Quality statement 1: Preventing type 2 diabetes

Quality statement

Adults at high risk of type 2 diabetes are offered a referral to an intensive lifestyle-change programme. [new 2016]

Rationale

Many cases of type 2 diabetes are preventable through changes to a person's diet and physical activity levels. Evidence-based intensive lifestyle-change programmes can significantly reduce the risk of developing the condition for those at high risk.

Quality measures

Structure

Evidence of local arrangements to ensure that adults at high risk of type 2 diabetes are offered a referral to an intensive lifestyle-change programme.

Data source: Local data collection.

Process

a) Proportion of adults at high risk of type 2 diabetes who are referred to an intensive lifestyle-change programme.

Numerator – the number in the denominator who are referred to an intensive lifestyle-change programme.

Denominator – the number of adults at high risk of type 2 diabetes.

Data source: Local data collection.

b) Proportion of adults at high risk of type 2 diabetes who attend an intensive lifestyle-change programme after a referral.

Numerator – the number in the denominator who attend an intensive lifestyle-change programme.

Denominator – the number of adults at high risk of type 2 diabetes who are referred to an intensive lifestyle-change programme.

Data source: Local data collection.

Outcome

a) Weight loss of participants in intensive lifestyle-change programmes.

Data source: Local data collection.

b) Incidence of type 2 diabetes in adults.

Data source: Local data collection.

What the quality statement means for service providers, health and public health practitioners, and commissioners

Service providers (such as local authorities who provide the NHS Health Check programme) ensure that systems are in place for adults at high risk of type 2 diabetes to be offered a referral to an intensive lifestyle-change programme.

Health and public health practitioners (such as those carrying out diabetes risk assessments and other health checks, GPs and pharmacists) ensure that they offer adults at high risk of type 2 diabetes a referral to an intensive lifestyle-change programme.

Commissioners (such as local authorities and NHS England) ensure that they commission services in which adults at high risk of type 2 diabetes are offered a referral to an intensive lifestyle-change programme.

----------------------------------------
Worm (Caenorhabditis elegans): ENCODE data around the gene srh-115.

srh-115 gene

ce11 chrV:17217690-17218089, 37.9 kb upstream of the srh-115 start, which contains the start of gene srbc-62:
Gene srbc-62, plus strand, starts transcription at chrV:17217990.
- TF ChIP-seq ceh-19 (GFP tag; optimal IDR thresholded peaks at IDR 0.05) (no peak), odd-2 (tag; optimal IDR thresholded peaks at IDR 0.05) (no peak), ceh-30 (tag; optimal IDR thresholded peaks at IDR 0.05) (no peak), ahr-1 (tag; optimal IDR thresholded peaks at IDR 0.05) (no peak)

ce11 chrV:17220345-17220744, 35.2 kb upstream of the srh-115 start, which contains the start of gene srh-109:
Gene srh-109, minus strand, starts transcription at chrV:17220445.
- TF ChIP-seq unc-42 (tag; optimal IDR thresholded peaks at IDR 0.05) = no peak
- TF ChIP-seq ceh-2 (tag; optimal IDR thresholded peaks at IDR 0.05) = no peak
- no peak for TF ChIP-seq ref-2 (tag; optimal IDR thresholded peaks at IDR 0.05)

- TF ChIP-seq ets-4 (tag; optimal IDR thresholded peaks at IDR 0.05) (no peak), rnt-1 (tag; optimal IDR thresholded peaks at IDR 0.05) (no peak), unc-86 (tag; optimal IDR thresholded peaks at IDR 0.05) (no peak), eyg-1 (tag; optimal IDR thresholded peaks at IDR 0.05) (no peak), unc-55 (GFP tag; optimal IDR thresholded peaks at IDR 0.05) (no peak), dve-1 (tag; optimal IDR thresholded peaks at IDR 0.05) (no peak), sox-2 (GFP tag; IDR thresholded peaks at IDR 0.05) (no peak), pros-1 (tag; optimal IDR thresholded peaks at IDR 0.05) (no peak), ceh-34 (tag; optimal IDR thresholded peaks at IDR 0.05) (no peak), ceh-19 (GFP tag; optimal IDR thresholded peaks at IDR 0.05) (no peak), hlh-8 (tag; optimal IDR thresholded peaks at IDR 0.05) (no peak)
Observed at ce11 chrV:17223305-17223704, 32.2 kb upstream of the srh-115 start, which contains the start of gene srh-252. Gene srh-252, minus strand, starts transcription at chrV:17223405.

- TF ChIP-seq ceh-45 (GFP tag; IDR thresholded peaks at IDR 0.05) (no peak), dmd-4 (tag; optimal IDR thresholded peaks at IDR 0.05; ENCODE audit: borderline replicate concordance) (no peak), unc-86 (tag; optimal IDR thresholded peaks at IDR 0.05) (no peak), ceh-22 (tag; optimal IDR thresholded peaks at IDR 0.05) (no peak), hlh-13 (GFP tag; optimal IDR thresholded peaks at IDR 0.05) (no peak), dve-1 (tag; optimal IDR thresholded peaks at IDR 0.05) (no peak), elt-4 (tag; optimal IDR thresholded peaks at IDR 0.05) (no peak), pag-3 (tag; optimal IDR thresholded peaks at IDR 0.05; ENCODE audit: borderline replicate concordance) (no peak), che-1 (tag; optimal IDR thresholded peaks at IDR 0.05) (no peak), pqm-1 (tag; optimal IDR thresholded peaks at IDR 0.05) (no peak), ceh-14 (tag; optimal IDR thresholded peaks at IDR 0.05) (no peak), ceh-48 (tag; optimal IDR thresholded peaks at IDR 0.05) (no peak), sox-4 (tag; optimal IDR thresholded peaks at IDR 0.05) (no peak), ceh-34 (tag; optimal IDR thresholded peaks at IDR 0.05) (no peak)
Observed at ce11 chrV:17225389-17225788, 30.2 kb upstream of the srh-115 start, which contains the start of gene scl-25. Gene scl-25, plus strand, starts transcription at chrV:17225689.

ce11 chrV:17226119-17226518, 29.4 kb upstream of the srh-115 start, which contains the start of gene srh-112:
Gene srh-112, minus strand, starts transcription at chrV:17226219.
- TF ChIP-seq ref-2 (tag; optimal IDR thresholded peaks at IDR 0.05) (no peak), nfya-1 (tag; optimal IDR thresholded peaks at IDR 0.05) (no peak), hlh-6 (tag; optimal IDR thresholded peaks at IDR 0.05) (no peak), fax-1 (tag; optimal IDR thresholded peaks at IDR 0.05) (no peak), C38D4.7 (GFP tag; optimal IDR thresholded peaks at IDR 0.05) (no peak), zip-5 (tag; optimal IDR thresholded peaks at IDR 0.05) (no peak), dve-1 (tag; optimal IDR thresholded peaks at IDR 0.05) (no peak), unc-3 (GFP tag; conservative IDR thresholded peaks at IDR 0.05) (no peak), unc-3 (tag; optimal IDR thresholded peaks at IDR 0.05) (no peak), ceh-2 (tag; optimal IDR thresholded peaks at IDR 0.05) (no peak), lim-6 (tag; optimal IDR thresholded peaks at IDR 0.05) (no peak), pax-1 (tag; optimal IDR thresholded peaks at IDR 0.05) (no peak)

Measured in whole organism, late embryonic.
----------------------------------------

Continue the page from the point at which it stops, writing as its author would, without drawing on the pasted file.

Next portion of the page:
What the quality statement means for patients, service users and carers

Adults who have been told they are at high risk of getting type 2 diabetes are offered a referral to a programme that will help them to change their lifestyle (for example, by become more physically active and improving their diet) and so reduce their risk.

Source guidance

Definitions of terms used in this quality statement

High risk of type 2 diabetes

A fasting plasma glucose level of 5.5–6.9 mmol/litre or an HbA1c level of 42–47 mmol/mol (6.0–6.4%) indicates that a person is at high risk of type 2 diabetes.

Fasting plasma glucose or HbA1c tests should be offered to adults with high risk scores from a validated computer-based risk-assessment tool or a validated self-assessment questionnaire. A blood test should also be considered for those aged 25 and over of South Asian or Chinese descent whose BMI is greater than 23 kg/m2.

[Adapted from NICE's guideline on Type 2 diabetes: prevention in people at high risk, recommendations 4 and 5]

Intensive lifestyle-change programme

A structured and coordinated range of interventions provided in different venues for people identified as being at high risk of developing type 2 diabetes. It should be local, evidence-based and quality-assured. The aim is to help people to become more physically active and improve their diet. If the person is overweight or obese, the programme should result in weight loss. Programmes may be delivered to individuals or groups (or involve a mix of both) depending on the resources available. They can be provided by primary care teams and public, private or community organisations with expertise in dietary advice, weight management and physical activity.

An example is the NHS Diabetes Prevention Programme.

[Adapted from NICE's guideline on Type 2 diabetes: prevention in people at high risk, recommendation 5 and glossary]

Equality and diversity considerations

Information should be provided in an accessible format (particularly for people with physical, sensory or learning disabilities and those who do not speak or read English) and educational materials should be translated if needed.

Programmes should be offered at times, and in locations, that meet the needs of groups such as older people, people from minority ethnic backgrounds and vulnerable or socially disadvantaged people. Provision should also be made for people who may have difficulty accessing services in conventional healthcare venues.